Increasing numbers of civil service staff are overturning dismissals because government HR departments are failing to follow statutory dismissal procedures, an official report has revealed.
The annual report by the Civil Service Appeal Board (CSAB) showed that more than one-fifth of all disciplinary cases involving appeals during 2005-06 were deemed ‘unfair’ – a rise of 15% on the previous year.
Of 253 appeals considered by the CSAB last year, 55 found in favour of the appellant – including 10 cases where the board demanded that the employee be reinstated immediately.
The statutory procedures were introduced by the government in October 2004, requiring employers to follow a three-step process when disciplining or dismissing staff. Failure to follow these steps automatically renders a dismissal unfair.
CSAB chairman John Davies, a former HR director at Barclays Bank, said in the report: “It is clear that departments and agencies do not always appreciate the importance of respecting the standard statutory procedures and it has, perhaps, not been fully appreciated that if there is a breach the board has no choice other than to find the dismissal automatically unfair.”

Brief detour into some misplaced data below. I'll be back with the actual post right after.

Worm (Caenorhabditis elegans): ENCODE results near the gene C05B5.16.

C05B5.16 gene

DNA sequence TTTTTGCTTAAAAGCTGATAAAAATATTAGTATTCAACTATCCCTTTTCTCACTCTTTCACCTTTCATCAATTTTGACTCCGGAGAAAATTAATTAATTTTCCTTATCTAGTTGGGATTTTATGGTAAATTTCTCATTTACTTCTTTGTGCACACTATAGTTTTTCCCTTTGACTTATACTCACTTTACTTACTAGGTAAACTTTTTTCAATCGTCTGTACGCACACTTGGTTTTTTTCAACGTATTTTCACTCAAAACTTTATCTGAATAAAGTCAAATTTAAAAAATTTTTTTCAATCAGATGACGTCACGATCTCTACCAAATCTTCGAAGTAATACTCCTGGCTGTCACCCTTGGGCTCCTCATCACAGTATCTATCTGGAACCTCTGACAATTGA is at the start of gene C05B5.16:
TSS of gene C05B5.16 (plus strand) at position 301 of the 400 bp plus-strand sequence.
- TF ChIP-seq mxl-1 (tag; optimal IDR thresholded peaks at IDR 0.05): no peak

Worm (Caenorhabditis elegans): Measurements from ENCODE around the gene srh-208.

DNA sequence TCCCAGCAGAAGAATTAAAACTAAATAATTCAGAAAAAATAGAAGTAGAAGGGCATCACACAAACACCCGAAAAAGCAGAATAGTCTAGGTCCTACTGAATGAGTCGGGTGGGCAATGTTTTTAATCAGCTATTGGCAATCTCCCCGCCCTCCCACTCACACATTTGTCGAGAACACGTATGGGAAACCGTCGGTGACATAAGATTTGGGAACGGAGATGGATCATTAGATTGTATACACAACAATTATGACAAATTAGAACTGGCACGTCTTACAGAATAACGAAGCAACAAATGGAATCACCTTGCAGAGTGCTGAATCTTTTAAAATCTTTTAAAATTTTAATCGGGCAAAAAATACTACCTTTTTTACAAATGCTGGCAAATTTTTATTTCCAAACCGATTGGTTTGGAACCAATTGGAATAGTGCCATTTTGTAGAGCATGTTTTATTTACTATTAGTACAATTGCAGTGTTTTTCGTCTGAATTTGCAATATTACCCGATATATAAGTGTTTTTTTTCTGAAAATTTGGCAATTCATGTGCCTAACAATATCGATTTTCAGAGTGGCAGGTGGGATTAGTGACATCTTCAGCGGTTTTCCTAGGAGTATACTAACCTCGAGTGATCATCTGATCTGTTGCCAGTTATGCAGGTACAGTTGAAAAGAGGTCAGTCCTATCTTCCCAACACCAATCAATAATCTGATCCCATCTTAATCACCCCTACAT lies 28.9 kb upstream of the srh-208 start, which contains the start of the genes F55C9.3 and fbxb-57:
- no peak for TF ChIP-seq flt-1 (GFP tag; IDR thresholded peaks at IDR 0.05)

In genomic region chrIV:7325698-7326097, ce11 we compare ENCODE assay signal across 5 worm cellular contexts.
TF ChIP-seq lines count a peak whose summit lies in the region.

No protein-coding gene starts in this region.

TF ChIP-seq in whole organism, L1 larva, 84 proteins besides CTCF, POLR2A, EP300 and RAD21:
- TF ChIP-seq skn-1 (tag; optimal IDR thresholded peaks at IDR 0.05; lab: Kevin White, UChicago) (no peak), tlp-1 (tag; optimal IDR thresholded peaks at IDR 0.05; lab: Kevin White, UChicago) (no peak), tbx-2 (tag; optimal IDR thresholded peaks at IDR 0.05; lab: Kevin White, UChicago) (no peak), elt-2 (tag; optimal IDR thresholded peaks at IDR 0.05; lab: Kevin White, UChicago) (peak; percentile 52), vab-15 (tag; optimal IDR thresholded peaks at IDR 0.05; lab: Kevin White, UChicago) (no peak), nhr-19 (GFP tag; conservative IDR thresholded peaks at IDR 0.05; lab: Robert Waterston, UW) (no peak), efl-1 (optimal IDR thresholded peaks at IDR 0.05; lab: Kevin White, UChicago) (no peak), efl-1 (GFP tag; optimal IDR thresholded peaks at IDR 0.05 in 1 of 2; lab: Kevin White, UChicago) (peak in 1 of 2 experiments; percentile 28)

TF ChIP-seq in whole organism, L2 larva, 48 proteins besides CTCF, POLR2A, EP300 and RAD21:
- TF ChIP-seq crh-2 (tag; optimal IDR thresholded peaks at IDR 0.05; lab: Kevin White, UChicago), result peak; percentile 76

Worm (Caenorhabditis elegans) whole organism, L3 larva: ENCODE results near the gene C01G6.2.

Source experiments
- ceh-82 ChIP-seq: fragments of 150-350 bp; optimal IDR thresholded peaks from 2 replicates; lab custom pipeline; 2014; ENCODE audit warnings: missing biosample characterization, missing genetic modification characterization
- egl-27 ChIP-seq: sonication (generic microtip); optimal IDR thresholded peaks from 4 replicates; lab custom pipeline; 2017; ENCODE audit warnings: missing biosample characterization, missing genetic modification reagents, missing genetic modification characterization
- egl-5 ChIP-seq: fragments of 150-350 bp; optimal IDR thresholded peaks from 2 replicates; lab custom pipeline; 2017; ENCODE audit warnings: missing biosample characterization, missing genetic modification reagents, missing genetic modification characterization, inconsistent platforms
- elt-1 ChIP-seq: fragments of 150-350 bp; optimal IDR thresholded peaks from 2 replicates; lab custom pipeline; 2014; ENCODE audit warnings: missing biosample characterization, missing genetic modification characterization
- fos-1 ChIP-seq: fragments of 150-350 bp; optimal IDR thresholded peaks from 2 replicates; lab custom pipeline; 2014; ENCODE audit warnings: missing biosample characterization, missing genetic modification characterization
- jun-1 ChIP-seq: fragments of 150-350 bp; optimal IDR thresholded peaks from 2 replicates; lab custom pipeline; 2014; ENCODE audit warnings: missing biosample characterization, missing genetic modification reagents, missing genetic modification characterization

The strongly worded report will increase the pressure on under-fire Whitehall HR departments. Recent capability reviews, introduced by cabinet secretary Sir Gus O’Donnell, highlighted poor people management and inadequate HR provision at the heart of government failings.
Davies also criticises the time taken by some departments to complete disciplinary procedures – in several instances, more than a year. He called these delays “at variance with the principles of natural justice”.
He also accused some managers of using appeals to “justify and uphold” original decisions, rather than objectively look at the facts of the case.
A Cabinet Office spokeswoman said: “We have received the report and will consider these issues.”
Most appeals heard (by department)
HM Revenue and Customs 50
HM Prison Service 46
Jobcentre Plus 37
Department for Work and Pensions 21
Immigration and Nationality Directorate 13
Source: CSAB annual report 2005/06